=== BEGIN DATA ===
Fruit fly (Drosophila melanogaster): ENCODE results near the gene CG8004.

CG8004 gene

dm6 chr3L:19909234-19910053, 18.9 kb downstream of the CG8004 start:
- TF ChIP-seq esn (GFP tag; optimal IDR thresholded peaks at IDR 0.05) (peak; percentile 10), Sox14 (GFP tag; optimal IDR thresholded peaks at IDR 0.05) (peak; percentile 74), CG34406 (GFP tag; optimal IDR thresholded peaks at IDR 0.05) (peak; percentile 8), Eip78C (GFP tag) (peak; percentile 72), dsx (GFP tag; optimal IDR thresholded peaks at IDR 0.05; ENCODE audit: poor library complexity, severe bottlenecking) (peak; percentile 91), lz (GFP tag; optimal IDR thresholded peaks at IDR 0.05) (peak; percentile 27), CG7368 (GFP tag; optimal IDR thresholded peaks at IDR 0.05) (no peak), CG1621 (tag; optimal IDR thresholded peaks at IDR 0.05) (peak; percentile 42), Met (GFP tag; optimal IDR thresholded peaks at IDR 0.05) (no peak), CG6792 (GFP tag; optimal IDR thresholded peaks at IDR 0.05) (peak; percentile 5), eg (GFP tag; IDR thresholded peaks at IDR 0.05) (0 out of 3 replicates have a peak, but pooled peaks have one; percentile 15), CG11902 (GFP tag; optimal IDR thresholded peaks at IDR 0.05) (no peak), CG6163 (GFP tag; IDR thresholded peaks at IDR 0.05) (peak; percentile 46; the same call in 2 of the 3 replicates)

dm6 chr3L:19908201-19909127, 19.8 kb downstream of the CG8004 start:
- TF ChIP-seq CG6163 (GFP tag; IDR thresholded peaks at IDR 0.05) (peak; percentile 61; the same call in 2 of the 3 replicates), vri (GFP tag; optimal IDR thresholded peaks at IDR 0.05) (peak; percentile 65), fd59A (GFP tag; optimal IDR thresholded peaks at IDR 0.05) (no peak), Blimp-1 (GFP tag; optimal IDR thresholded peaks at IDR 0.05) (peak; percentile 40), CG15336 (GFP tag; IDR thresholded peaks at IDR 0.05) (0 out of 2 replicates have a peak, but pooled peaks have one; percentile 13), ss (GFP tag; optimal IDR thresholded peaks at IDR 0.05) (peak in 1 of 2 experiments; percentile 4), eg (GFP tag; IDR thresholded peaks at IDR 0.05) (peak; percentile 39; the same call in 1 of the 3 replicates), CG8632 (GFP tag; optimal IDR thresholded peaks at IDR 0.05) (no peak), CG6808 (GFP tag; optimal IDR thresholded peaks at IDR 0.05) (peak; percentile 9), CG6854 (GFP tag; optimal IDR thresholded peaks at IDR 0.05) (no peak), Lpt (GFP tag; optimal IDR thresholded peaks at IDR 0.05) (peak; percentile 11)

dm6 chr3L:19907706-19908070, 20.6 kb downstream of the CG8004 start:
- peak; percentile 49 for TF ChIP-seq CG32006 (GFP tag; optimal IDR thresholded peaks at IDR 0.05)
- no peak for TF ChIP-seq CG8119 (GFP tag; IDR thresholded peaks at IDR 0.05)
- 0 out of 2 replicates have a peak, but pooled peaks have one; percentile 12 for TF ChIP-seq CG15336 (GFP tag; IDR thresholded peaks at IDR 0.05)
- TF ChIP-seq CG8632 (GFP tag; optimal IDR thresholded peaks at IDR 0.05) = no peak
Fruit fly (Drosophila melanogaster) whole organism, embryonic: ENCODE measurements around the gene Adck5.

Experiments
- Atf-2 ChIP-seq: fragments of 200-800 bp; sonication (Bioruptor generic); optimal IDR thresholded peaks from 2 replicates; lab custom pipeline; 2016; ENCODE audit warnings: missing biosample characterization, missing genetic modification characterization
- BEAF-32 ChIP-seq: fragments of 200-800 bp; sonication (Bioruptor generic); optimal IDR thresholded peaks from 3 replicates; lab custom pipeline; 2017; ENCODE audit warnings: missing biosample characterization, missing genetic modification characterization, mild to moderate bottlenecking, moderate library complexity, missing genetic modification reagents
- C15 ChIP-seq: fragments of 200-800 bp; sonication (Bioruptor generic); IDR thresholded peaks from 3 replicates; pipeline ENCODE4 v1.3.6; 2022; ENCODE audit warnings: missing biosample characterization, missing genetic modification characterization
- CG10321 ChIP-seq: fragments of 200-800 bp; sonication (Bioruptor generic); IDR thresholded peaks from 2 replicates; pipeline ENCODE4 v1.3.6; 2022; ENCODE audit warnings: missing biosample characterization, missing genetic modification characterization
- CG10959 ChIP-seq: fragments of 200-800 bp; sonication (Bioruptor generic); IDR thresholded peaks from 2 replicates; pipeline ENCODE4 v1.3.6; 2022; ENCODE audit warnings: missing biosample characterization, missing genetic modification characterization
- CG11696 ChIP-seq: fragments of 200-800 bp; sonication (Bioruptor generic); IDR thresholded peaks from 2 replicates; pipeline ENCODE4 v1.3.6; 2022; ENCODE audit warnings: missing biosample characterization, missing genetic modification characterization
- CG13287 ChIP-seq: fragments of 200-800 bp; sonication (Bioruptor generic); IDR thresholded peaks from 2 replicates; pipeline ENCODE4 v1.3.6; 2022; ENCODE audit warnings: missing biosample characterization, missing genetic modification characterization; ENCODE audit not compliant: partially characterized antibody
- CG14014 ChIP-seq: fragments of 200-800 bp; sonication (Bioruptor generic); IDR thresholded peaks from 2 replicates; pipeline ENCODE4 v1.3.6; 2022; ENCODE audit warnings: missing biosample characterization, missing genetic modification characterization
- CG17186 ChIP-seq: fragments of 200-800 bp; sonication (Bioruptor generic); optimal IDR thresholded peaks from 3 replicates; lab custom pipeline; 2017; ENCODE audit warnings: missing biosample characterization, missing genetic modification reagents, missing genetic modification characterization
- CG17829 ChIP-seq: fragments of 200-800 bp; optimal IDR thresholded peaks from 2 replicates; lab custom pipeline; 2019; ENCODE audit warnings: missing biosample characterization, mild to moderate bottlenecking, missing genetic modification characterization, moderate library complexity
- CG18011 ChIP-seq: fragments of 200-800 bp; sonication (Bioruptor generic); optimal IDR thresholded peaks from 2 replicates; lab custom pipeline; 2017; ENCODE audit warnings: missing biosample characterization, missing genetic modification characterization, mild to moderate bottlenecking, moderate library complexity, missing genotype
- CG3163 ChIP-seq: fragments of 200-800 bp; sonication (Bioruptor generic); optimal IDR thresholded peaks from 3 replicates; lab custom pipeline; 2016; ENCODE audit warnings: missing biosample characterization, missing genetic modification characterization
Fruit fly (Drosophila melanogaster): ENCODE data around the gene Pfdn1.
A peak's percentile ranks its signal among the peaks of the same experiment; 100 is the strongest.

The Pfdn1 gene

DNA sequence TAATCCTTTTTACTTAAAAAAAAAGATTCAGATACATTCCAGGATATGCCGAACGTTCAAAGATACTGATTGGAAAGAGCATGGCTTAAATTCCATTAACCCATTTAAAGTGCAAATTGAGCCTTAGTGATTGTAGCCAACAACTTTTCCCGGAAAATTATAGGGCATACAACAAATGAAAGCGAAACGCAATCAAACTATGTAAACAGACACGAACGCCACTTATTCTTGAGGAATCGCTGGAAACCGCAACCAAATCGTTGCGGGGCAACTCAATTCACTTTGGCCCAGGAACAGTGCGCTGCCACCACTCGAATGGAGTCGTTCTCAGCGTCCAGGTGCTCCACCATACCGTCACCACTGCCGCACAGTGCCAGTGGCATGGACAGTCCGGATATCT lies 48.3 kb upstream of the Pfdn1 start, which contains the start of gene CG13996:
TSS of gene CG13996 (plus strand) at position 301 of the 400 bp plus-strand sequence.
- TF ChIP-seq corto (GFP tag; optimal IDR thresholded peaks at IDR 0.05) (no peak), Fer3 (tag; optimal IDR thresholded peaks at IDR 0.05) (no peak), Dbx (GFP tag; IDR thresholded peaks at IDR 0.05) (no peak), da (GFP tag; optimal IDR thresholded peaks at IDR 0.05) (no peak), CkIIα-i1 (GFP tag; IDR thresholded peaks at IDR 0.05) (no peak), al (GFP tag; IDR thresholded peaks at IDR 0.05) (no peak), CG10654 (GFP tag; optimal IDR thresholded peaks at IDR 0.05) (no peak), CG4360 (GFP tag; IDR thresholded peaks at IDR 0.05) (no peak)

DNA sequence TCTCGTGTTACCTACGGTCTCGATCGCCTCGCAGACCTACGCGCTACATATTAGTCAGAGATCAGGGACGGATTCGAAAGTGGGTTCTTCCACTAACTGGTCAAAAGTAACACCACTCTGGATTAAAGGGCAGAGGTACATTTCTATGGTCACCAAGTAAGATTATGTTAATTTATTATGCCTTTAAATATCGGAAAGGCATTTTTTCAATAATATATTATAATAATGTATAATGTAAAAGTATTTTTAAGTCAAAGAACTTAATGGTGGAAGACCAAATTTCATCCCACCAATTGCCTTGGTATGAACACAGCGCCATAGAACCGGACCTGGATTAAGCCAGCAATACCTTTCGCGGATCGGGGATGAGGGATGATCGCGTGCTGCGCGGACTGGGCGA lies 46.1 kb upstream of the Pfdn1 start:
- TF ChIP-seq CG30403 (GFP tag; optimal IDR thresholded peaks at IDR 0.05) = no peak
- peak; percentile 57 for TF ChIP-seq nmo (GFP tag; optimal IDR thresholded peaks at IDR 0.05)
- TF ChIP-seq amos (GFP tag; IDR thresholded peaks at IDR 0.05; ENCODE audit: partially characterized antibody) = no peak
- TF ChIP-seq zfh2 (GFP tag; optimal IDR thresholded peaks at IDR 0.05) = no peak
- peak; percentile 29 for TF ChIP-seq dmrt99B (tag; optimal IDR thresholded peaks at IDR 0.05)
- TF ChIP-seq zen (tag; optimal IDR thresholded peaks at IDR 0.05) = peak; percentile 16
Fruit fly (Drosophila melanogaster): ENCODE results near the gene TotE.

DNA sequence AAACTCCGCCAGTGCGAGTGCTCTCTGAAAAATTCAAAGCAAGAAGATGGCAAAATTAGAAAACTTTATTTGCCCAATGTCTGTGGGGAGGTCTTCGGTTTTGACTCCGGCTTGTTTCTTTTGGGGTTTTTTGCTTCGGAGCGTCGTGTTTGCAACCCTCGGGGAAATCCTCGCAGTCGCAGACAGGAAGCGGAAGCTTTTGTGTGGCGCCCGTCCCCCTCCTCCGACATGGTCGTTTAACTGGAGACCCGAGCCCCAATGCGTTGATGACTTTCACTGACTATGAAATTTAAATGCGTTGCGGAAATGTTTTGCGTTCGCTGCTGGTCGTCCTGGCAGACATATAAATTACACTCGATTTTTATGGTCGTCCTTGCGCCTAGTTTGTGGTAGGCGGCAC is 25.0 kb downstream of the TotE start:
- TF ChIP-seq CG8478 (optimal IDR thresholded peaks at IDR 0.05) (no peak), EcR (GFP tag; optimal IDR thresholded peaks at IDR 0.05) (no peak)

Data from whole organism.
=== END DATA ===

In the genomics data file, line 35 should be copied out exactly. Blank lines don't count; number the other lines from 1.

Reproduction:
- TF ChIP-seq amos (GFP tag; IDR thresholded peaks at IDR 0.05; ENCODE audit: partially characterized antibody) = no peak